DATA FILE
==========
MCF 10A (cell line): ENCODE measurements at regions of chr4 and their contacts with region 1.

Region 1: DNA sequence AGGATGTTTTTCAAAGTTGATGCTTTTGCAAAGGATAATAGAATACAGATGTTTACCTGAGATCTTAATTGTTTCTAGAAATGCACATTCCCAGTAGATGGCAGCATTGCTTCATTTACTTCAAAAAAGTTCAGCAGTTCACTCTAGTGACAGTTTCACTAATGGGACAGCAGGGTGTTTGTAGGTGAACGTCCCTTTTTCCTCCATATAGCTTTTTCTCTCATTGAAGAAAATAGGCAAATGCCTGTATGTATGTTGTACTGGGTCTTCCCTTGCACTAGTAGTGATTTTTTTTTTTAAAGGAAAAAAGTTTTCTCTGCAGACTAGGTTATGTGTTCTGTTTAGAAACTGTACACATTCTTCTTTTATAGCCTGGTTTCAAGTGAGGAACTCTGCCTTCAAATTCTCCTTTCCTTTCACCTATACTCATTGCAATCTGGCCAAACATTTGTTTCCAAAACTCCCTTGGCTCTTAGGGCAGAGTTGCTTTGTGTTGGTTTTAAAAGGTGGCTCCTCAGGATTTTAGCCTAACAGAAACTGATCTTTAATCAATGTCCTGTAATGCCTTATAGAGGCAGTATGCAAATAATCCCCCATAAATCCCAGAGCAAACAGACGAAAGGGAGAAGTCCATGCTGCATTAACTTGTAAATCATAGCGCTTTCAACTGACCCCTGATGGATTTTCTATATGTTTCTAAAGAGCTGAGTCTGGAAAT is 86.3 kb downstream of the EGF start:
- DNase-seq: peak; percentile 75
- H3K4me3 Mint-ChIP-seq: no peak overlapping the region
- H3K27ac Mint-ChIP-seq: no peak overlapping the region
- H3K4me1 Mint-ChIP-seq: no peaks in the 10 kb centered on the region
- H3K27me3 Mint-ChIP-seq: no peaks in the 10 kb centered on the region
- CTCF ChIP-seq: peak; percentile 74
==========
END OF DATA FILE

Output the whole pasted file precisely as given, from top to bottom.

MCF 10A (cell line): ENCODE measurements at regions of chr4 and their contacts with region 1.

Region 1: DNA sequence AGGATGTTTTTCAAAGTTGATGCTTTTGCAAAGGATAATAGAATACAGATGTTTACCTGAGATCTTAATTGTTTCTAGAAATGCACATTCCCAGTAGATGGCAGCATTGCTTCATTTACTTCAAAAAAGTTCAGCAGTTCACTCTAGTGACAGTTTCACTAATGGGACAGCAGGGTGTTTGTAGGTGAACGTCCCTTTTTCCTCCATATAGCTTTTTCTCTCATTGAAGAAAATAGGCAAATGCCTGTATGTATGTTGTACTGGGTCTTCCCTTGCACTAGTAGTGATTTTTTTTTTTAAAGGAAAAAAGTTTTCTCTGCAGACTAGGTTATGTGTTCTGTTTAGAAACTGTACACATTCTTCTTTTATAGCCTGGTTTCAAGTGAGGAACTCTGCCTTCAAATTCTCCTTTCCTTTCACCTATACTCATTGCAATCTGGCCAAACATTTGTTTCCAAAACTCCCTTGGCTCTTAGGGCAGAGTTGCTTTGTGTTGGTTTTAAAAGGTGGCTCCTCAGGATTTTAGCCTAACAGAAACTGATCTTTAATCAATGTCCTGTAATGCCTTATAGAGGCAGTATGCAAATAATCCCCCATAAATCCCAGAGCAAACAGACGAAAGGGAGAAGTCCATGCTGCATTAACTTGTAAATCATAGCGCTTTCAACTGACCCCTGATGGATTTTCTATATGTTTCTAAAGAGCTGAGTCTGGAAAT is 86.3 kb downstream of the EGF start:
- DNase-seq: peak; percentile 75
- H3K4me3 Mint-ChIP-seq: no peak overlapping the region
- H3K27ac Mint-ChIP-seq: no peak overlapping the region
- H3K4me1 Mint-ChIP-seq: no peaks in the 10 kb centered on the region
- H3K27me3 Mint-ChIP-seq: no peaks in the 10 kb centered on the region
- CTCF ChIP-seq: peak; percentile 74